Working with Stories in the ESL Classroom: An Experience Your Students Will Never Forget

Working with Stories in the ESL Classroom: An Experience Your Students Will Never Forget

Stories are utterly magical, wouldn't you agree?

They whisk us off and away to far away lands. Page after page, word after word, we delve deeper and deeper. We are transported to amazing places as well as dark and mysterious ones too. The fact is, stories are simply awesome. Not only for children, but adults as well. Everyone alike , no matter how young or old can truly appreciate what a good story can give us. So, if that's the case, why leave them out of our ESL lessons. Well, I'm here to say you should definitely not. Stories are an incredible way to practice language as well. There are incredible advantages to using stories. Let's take a look.

  • They are a great change of pace. After a while , you'll notice students will get tired of working with the same old course book. Adding something a bit different is like a breath of fresh air. Stories make language learning fun by bringing a bit of excitement to a classroom. They encourage students to express their opinions and feelings, and that is a great way to change the same old routine.
  • They provide great example of how the written language works and enable the acquisition of meaningful, fluent interaction in the language they are learning. It can give them great opportunities to improve communication skills by providing a springboard for the development of critical thinking. Since acquisition of new vocabulary and structure is fully contextualized, stories can also develop students’ interpretative abilities and help in expanding their language awareness.
  • There is a lot you can do with them. Many people think that stories are only meant to be read. The truth is there are many activities you can use with stories. So working with them and using fun meaningful activities creates amazing opportunities to incorporate other skills in order to learn English.
  • Stories can provide an opportunity to develop your students' imagination. Students can go beyond the here and now and even 'walk in the shoes' of another. It provides an opportunity for independent thinking. They are encouraged to express their own ideas and to create new ones.
  • Stories go beyond language learning. They help students understand other cultures and this is extremely important in the language learning process.

Organize Your Story Reading Lesson Using Our Hints

  1. As with other skills, the recommended lesson structure is using pre-reading, reading and post-reading activities. Now, let's take a look at some awesome activities you can use.

  2. 1

    Pre-reading Activities

    You can ask your students to do some research about the author and his/her life. This is a great activity to help students understand the historical and cultural background of that story.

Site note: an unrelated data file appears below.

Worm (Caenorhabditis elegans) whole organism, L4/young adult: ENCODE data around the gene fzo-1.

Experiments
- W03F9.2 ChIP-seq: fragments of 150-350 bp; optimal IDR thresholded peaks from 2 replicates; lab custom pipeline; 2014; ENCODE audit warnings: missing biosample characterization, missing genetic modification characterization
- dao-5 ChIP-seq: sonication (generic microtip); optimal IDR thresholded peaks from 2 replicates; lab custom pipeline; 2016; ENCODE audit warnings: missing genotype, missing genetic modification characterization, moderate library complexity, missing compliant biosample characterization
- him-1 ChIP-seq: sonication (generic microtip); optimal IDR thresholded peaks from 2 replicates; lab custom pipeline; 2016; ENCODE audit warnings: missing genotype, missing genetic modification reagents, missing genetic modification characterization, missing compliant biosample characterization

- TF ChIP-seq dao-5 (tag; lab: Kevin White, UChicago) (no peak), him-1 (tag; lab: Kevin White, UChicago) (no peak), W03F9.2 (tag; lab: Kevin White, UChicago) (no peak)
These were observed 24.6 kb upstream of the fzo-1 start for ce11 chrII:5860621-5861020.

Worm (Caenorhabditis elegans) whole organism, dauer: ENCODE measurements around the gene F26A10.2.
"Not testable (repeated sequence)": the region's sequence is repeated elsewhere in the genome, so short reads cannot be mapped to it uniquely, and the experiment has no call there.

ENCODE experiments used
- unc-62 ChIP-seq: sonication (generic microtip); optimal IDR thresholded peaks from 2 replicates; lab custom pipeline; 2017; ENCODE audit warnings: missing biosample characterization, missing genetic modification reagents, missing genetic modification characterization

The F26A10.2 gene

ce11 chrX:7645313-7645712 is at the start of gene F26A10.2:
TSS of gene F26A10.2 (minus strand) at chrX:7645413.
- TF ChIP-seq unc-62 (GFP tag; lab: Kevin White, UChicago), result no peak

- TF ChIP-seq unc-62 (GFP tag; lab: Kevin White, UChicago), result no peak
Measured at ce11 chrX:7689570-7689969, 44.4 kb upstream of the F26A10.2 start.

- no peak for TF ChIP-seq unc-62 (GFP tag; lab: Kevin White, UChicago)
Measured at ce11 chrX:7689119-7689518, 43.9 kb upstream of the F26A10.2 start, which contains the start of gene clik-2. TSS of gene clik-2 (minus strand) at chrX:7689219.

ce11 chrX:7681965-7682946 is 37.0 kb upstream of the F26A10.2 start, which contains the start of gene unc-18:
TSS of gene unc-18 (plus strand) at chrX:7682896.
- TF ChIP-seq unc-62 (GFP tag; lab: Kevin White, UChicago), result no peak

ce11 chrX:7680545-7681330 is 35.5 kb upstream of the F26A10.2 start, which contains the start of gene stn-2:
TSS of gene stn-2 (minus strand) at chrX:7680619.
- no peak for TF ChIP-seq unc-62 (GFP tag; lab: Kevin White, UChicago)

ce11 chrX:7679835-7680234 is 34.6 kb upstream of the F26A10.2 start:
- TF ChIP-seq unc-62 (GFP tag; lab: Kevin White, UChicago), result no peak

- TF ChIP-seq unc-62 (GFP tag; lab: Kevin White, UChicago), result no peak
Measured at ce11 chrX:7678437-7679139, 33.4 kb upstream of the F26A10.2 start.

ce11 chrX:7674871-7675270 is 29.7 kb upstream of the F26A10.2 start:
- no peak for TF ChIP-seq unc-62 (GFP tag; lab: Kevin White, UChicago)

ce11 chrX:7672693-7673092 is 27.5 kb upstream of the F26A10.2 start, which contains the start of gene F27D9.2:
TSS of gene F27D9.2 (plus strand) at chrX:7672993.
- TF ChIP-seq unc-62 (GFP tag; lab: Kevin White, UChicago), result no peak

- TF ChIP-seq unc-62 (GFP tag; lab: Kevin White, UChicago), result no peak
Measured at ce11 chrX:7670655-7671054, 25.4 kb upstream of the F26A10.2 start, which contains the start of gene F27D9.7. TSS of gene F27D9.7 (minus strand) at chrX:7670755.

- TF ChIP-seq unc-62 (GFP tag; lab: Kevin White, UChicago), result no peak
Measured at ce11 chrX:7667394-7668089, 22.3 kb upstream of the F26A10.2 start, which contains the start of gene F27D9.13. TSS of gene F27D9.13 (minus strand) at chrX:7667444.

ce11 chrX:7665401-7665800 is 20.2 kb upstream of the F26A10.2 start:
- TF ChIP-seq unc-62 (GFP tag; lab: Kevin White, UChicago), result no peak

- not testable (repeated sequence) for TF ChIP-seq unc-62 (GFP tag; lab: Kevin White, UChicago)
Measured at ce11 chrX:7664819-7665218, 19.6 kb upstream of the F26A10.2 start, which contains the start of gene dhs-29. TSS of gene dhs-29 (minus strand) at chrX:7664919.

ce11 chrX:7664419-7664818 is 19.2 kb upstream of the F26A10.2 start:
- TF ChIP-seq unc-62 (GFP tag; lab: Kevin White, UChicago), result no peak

Take key phrases and vocabulary from the story and have your students guess what the story might be about. If they are unfamiliar with some of the words, this is also a great activity to learn some of the vocabulary ahead, before actually reading the story. By doing this they will be better prepared for the reading activities.

    You can ask them to read the title and brainstorm vocabulary that might be included in the story.

  3. 2

    Reading Activities

    Information checklist.
    This is great for all ages. Here, you prepare a checklist with information and after reading the story once, have them choose the options that are true about the story. You can do the same thing with information that is false.

    Story order
    This is also great for all ages. You need to prepare cards with summarized parts of the story and have them put the cards in order. If the children are too young and can't read, you can use pictures that show sequences.

    Change in person
    Ask your students to rewrite the story from a different point of view. Assign a character to them and have them tell the story from that characters' perspective.

    How does it end?
    This activity is great for creative students. You have to cut out the ending and have them change how the story ends. Tell them they can go wild and encourage them to be creative.

    Change genre
    This activity is great for teenagers and adults. Ask your students what they would need to take out of and add to the story in order to change the genre. For instance, if the story takes place in a magical realm and the main character is a fairy they can say it takes place in a space ship in the future and the main character is a cyborg. The switch here is from fantasy to science fiction.

    Add another character
    This is also for older kids and/or adults. You give them a card or paper with the name and a description of another character not originally in the story. Have them add it to the story and then together the class can analyze whether this character changed the outcome or not.

  4. 3

    Story Tie-up

    After they have finished the activity they can self-correct and try to find mistakes. If the activity you chose involved writing, together they can analyze different aspects of their creations.

Remember stories are not only for kids.

There are plenty of stories that are suitable for adults as well. Many of them are even available on line and were created for specific levels. Incorporate a little magic into your lessons. Give your students a break and let them enjoy some good stories. After all there is nothing like a good story to let someone's imagination run wild.

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